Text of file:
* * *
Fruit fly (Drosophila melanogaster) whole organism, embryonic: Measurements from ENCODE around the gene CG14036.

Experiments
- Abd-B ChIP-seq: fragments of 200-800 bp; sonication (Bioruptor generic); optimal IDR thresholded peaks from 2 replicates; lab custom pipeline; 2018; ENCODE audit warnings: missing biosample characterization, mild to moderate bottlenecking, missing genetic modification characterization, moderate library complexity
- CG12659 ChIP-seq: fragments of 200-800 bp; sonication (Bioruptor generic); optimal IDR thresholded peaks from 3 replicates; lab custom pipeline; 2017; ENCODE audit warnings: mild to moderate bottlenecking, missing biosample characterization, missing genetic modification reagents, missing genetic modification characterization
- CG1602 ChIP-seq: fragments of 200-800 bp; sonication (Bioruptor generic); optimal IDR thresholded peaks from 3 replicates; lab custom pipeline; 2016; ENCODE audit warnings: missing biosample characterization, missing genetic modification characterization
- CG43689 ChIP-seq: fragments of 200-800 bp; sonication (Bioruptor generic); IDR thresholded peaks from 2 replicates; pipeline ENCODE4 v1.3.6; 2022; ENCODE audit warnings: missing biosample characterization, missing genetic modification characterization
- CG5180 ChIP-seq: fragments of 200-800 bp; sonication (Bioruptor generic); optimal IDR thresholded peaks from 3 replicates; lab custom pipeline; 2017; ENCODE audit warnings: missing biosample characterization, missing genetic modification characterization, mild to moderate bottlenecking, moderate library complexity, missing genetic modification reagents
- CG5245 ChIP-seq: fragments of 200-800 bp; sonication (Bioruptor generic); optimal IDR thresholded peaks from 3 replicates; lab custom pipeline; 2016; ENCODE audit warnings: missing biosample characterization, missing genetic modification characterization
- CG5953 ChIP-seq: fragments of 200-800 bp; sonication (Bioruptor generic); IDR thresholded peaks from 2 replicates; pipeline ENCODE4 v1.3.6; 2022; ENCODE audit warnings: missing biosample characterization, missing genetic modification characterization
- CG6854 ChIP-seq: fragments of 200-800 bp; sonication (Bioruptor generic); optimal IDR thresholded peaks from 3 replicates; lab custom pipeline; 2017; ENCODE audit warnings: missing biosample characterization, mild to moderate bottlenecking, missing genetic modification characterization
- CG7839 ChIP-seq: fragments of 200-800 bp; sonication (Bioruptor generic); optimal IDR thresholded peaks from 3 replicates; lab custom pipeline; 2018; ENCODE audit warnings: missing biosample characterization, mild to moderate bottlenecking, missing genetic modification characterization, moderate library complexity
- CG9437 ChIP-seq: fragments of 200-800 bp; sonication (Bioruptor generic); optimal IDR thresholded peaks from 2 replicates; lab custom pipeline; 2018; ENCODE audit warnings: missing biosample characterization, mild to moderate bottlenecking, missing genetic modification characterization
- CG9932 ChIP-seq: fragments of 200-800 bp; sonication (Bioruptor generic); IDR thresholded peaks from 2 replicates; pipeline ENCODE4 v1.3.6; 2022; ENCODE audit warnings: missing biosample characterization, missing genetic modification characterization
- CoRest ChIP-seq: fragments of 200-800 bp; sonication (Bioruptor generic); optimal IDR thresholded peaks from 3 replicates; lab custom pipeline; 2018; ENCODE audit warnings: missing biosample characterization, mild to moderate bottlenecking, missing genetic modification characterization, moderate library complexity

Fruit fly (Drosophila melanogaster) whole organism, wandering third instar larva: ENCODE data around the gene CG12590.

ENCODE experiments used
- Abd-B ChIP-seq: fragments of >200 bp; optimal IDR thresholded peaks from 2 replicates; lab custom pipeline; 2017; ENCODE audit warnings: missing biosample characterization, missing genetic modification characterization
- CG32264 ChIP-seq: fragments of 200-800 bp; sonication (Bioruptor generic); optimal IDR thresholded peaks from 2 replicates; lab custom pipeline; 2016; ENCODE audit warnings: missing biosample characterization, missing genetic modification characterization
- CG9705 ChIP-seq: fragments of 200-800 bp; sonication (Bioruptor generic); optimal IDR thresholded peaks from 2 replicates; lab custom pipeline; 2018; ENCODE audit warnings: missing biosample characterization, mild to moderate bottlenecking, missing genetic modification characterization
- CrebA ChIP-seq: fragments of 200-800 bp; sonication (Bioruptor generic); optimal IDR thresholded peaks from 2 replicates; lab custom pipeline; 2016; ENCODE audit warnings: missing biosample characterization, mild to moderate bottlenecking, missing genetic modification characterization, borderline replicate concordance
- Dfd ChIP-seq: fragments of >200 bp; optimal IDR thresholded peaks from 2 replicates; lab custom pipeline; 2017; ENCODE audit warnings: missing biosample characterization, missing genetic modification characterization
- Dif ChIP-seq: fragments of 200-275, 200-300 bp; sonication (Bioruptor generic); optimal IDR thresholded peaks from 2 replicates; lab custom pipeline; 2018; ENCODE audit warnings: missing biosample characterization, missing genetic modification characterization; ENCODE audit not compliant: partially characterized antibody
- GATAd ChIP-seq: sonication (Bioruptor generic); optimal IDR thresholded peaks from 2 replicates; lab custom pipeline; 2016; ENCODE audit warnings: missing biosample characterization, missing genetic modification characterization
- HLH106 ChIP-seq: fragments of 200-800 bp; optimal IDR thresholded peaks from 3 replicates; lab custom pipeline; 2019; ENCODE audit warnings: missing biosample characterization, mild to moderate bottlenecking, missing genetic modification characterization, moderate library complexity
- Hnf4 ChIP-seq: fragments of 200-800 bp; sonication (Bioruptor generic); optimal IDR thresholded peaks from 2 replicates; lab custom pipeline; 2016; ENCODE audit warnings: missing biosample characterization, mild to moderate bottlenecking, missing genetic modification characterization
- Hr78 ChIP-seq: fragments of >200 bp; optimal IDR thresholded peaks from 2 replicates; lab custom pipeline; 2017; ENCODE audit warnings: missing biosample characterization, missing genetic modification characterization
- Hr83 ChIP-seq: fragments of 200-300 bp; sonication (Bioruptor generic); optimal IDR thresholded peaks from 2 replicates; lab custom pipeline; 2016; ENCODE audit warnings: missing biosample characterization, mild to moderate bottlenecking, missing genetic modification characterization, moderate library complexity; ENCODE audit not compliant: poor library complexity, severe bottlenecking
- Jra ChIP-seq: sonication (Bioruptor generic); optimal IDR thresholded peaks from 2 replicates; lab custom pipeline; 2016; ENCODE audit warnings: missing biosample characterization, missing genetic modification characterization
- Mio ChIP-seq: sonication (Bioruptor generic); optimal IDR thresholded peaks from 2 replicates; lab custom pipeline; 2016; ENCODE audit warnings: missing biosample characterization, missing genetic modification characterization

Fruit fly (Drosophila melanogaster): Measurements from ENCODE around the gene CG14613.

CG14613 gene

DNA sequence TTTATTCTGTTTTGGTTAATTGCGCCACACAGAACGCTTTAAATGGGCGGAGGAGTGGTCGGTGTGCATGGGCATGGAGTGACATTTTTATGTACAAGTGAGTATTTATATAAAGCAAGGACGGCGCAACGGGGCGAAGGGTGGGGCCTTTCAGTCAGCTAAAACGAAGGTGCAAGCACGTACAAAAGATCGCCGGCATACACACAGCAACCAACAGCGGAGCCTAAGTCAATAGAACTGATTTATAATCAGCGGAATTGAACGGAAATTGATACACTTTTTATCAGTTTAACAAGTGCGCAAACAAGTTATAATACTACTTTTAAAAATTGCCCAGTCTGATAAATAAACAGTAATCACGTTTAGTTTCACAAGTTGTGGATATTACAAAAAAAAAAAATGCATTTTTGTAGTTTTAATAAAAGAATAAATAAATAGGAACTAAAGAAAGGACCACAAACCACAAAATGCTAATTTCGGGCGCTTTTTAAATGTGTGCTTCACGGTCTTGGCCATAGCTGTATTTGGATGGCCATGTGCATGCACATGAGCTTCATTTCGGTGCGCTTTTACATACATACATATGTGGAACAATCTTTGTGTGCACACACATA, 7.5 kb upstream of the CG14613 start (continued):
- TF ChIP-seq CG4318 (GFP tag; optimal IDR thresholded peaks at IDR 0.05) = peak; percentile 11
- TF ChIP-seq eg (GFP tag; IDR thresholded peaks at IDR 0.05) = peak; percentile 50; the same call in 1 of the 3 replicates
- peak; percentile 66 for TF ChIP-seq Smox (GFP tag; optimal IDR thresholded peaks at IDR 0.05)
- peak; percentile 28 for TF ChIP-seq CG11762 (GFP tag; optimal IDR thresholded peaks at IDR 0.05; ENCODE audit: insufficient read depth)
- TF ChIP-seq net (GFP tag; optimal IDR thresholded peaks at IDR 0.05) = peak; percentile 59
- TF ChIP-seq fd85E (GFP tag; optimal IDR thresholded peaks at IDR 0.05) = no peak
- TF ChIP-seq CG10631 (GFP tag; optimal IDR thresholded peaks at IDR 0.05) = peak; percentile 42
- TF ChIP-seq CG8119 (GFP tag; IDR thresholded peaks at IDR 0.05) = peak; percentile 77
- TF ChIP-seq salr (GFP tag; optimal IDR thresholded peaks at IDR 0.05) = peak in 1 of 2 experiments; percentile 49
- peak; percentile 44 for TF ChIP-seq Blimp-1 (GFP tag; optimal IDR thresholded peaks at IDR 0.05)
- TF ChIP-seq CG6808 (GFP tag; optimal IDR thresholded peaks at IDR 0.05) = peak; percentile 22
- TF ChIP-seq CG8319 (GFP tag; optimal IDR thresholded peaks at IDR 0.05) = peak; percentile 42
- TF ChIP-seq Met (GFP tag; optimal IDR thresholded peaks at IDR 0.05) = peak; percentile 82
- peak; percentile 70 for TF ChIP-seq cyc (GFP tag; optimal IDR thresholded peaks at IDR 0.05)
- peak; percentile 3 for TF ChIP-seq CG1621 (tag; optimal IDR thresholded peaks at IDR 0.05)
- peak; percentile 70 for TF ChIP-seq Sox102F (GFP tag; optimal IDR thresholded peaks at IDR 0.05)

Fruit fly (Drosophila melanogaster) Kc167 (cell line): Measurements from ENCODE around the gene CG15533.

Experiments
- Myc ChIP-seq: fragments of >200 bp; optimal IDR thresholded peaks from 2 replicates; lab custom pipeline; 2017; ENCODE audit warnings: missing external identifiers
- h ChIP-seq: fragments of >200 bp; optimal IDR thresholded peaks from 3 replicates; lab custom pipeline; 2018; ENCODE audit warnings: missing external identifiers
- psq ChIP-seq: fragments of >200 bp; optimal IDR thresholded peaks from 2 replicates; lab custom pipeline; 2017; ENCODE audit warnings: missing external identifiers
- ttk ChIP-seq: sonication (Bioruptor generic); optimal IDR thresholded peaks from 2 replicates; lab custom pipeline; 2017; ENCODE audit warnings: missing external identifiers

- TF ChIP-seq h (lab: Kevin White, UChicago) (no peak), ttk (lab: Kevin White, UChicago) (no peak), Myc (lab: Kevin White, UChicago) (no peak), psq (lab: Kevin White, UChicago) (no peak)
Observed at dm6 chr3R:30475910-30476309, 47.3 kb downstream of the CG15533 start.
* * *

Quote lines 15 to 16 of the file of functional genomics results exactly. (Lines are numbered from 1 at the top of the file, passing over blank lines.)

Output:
Fruit fly (Drosophila melanogaster) whole organism, wandering third instar larva: ENCODE data around the gene CG12590.

ENCODE experiments used